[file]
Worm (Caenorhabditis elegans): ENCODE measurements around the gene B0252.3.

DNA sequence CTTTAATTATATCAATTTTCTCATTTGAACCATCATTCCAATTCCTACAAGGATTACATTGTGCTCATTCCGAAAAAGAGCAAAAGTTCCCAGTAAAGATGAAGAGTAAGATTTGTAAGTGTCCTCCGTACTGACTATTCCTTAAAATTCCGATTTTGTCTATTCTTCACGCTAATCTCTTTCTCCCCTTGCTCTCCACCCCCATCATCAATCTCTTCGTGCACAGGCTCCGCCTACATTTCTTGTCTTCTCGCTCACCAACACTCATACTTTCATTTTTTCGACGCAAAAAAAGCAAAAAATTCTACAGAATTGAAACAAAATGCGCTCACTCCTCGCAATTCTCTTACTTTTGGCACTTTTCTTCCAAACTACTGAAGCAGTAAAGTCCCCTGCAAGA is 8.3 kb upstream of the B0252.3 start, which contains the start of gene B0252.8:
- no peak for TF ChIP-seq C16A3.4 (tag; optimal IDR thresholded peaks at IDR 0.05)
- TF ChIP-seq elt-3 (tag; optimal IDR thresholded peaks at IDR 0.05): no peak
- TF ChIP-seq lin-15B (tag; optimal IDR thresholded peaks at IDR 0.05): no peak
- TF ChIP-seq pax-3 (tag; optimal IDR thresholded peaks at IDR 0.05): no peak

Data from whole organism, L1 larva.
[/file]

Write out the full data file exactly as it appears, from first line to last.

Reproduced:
Worm (Caenorhabditis elegans): ENCODE measurements around the gene B0252.3.

DNA sequence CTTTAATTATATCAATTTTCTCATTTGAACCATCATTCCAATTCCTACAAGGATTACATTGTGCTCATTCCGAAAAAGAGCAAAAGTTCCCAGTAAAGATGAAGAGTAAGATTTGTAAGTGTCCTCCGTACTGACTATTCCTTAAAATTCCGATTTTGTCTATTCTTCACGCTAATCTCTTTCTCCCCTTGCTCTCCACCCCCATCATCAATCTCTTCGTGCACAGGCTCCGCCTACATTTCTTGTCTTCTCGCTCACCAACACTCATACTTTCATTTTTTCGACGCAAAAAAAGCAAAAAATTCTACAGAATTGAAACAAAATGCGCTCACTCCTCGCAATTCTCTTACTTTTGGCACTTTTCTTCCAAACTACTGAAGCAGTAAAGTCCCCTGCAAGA is 8.3 kb upstream of the B0252.3 start, which contains the start of gene B0252.8:
- no peak for TF ChIP-seq C16A3.4 (tag; optimal IDR thresholded peaks at IDR 0.05)
- TF ChIP-seq elt-3 (tag; optimal IDR thresholded peaks at IDR 0.05): no peak
- TF ChIP-seq lin-15B (tag; optimal IDR thresholded peaks at IDR 0.05): no peak
- TF ChIP-seq pax-3 (tag; optimal IDR thresholded peaks at IDR 0.05): no peak

Data from whole organism, L1 larva.